“Most Iraqis Believe the Islamic State was Created by the United States.”

Yazidi refugees and American aid workers on Mount Sinjar in August 2014 (public domain image via USAID)
Yazidi refugees and American aid workers on Mount Sinjar in August 2014 (public domain image via USAID)

“Most Iraqis believe the Islamic State was created by the United States.”

This observation was made not by a conspiracy theorist, but by an Orthodox priest who along with his whole Christian village was forced to flee Daesh (as the Islamic State is known by Iraqis) into the safe haven of Kurdistan.  He told me this on Wednesday as we spoke in a Kurdish village in the mountains of far-north Iraq, not far from the Iraqi-Turkish border. I had come here to learn of the condition of the Christian refugees and to explore ways to help the Christian Church in exile.

To American ears, the charge that the U.S. created Daesh is absurd.  To Iraqis, it has a compelling logic.  In their minds, we are the creators of their current reality; for better or worse, we made the State of Iraq as it exists today.  We are said to have allowed Daesh to occupy Mosul (a city of 1.5 million taken over by 3000), and they think we can eliminate Daesh easily if we really wanted to.  “How long did it take the U.S. to defeat Saddam Hussain?  A month?  And he had a powerful army.”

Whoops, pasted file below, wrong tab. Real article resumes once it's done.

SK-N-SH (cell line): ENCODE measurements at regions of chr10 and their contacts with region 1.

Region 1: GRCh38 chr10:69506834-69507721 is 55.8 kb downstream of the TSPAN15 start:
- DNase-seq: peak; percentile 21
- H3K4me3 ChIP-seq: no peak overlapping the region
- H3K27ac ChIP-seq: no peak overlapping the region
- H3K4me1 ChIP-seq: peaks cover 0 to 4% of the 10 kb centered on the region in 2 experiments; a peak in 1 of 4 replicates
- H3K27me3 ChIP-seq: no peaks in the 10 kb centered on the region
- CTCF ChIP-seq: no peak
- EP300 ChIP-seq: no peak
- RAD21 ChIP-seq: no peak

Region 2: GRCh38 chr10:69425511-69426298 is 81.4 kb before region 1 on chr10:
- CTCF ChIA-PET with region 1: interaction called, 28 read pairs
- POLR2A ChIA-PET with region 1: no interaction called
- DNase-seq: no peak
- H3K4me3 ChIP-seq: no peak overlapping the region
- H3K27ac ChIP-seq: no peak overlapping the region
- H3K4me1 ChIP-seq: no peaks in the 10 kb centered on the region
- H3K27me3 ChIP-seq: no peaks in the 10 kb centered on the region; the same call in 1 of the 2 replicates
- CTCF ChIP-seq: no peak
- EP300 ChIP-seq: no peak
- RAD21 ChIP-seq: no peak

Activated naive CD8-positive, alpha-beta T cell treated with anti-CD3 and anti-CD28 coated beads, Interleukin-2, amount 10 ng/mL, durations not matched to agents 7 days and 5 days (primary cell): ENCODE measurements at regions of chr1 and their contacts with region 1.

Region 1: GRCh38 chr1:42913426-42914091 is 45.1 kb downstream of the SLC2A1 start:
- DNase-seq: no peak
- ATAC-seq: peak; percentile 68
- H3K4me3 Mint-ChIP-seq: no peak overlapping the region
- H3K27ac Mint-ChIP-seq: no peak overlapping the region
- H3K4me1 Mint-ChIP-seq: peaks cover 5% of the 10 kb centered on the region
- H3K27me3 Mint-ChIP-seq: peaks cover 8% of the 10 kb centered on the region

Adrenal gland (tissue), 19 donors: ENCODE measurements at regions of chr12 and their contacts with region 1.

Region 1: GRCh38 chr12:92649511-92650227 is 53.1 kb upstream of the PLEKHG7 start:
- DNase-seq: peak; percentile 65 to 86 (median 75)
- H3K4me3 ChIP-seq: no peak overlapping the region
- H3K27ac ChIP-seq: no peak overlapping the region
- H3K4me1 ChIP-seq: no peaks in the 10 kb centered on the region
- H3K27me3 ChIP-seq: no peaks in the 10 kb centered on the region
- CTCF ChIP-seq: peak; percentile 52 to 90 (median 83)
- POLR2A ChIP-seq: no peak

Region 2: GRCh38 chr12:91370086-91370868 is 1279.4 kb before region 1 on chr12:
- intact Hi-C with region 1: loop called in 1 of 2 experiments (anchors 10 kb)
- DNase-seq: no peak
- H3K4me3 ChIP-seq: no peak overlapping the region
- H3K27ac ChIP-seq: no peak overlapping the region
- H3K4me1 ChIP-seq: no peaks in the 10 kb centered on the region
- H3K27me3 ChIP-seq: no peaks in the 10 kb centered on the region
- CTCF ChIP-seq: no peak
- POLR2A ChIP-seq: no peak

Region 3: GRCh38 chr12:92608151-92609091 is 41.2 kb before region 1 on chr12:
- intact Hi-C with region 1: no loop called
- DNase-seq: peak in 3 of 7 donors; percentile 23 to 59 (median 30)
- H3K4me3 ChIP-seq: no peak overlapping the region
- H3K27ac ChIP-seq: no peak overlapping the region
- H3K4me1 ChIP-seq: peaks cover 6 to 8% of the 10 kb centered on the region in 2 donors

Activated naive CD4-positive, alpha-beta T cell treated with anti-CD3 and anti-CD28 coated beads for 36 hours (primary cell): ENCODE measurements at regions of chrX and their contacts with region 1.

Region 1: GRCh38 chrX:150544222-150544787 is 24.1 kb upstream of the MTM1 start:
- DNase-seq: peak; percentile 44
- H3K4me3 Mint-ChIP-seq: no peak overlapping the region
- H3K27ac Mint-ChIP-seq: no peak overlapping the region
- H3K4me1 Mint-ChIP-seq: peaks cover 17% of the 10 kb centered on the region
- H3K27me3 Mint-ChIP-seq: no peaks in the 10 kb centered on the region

But most disappointing about the Abba’s charge is his belief that our policy in the Middle East is entirely motivated by the desire to work our will in the region.  “You promised us democracy.  Where is the democracy?”  If Iraq is today not democratic, the reasoning goes, that is because we never wanted it to be democratic; we wanted it to be compliant.  It does not help our case that the U.S. installed the kleptocratic former Iraqi prime minister, Nouri al-Maliki.

Nor does it help that supplies intended for Yazidis on Mount Sinjar dropped onto Islamic State controlled territory.  “See, you are supplying Daesh.” I was told.  QED.

The good news is that the Christian refugees who made it to Kurdistan are in a safe place.  Their condition is grim by our standards, but they are being fed, housed, clothed, and the children schooled.  Asked what more they want, the consistent response is just one thing: “to go home.”  And they wonder: when will the U.S. liberate Iraq?

If anyone wants to help in the meantime, you can give here.

Steve Wagner is the founder and president of QEV Analytics, a Washington DC -based public opinion research firm.